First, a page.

This Perfectly Moist & Spongy Lemon Cake Is Totally Keto-Friendly
So you're a week into the keto diet and a co-worker offers you a cupcake. First, resist the urge to slap her and/or cry—she's only trying to be nice. Next, take a deep breath. While you should probably pass on that specific cupcake, you don't have to say goodbye to cakes and other goodies altogether.
But how's that possible? While indulging in desserts can seem like an absolute impossibility on the ketogenic diet—especially considering the fact that most fruits are shunned on this strict high-fat, moderate-protein, ultra-low-carb eating plan—keto desserts do exist, and this delicious lemon sour cream cake is proof (scroll to the bottom for the full recipe). It's all about making strategic swaps and adding in the appropriate keto-friendly foods.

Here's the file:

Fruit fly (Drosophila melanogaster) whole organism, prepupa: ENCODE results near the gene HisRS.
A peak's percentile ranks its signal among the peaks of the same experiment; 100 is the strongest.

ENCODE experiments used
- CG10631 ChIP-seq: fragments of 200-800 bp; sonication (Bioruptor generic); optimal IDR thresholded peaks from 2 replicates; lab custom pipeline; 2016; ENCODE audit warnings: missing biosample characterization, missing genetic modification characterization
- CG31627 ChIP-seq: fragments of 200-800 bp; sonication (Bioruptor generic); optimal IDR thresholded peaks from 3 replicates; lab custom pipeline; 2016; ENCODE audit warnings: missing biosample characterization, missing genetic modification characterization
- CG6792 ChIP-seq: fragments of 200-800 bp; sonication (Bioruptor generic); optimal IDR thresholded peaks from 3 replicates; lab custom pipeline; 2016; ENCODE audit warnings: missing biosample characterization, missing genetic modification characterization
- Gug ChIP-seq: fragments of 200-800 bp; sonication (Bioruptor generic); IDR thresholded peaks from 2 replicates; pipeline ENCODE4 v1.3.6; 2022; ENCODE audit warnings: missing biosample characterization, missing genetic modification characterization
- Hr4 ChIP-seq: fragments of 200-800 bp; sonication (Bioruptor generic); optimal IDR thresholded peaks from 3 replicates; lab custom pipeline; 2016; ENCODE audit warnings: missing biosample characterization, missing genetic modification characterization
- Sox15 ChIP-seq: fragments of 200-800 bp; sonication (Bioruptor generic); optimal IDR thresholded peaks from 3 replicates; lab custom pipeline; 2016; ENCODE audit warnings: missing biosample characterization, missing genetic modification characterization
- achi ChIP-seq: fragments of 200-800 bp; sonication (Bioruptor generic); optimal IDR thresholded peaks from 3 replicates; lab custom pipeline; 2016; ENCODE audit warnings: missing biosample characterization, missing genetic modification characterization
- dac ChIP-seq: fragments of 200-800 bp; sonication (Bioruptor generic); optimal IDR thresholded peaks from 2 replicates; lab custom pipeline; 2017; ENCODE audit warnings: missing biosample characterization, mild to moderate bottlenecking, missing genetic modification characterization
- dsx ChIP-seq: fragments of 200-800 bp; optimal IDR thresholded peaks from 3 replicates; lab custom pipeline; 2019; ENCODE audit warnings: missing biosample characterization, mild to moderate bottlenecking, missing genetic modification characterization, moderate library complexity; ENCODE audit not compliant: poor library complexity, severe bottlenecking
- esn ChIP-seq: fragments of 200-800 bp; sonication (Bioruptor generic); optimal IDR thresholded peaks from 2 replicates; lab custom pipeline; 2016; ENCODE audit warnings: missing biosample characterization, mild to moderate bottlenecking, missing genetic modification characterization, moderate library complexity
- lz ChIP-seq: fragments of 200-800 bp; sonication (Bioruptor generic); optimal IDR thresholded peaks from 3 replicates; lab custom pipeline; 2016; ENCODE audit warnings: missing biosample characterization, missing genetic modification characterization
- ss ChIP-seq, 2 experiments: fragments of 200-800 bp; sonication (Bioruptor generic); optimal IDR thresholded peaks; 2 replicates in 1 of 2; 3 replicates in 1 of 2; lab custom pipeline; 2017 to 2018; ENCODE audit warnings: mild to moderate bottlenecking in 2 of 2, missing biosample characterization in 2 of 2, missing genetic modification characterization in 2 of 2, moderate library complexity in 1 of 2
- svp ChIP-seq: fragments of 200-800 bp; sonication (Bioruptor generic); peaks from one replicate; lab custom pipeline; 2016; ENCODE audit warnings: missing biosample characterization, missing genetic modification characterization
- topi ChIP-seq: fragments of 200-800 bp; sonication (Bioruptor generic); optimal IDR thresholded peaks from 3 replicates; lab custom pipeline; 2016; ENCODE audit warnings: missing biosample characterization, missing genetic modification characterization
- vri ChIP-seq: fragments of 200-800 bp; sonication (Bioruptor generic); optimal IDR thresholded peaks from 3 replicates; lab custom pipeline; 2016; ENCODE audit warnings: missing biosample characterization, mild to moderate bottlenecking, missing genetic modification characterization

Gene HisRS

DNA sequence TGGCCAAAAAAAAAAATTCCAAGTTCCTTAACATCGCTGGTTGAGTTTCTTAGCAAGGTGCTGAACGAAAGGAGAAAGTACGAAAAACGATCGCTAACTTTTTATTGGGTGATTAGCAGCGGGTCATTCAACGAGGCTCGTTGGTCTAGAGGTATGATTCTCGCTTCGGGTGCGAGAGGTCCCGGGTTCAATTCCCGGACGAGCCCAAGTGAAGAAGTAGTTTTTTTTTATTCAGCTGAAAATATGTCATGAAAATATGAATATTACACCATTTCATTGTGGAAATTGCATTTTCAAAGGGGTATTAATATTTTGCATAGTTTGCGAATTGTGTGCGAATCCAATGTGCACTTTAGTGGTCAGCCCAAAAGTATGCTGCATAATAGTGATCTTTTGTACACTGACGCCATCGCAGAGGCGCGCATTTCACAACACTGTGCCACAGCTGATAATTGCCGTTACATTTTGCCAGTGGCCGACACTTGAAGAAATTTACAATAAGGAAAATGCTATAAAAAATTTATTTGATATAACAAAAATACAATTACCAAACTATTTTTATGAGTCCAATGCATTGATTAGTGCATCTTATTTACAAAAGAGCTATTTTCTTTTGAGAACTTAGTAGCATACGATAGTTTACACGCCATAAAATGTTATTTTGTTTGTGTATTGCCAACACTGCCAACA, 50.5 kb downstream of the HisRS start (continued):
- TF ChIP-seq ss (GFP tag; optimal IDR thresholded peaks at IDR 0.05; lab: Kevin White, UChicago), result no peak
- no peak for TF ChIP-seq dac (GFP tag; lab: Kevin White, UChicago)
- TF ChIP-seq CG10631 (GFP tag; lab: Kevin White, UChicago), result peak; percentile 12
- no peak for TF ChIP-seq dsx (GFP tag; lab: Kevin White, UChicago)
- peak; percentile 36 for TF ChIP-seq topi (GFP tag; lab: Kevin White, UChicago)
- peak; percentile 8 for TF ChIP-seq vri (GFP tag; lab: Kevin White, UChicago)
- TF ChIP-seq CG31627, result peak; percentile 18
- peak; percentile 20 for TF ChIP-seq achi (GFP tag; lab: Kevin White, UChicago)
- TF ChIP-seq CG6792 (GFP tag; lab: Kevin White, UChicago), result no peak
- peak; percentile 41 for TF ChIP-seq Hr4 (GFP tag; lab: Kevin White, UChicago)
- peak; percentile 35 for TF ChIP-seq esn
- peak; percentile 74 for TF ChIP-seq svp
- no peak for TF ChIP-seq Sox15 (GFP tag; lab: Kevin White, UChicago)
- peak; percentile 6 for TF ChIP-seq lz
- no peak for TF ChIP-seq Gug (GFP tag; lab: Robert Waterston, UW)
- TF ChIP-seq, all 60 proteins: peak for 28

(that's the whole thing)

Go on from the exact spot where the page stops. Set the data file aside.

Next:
In addition to being keto-friendly, this cake is also gluten-free and low in sugar (keto desserts, which have to be as low in carbohydrates as possible, frequently are), making it a potentially viable dessert option for anyone trying to maintain stable blood sugar. "The idea behind keto is to keep your fat-accumulating hormone, insulin, low by keeping your blood sugar low," explains Vincent M. Pedre, M.D. "In doing so, you turn on fat-burning genes."
Keep reading for more on why this moist, spongy, perfectly lemony keto cake is a smart way to curb sweet cravings.
The ingredients: What makes this cake recipe keto-friendly?
So, how does this keto cake meet the stringent requirements of the keto diet? The answer lies in some key ingredient swaps.
The biggest factor that makes traditional cake recipes a major no-no on the keto diet is the high carb content, which would prevent you from entering ketosis. Normal cake batter is made with traditional wheat-based flour, which is chock-full of carbohydrates. One cup of all-purpose flour, for example, contains an average of 95 grams of carbohydrates. This keto cake, on the other hand, uses almond and coconut flour.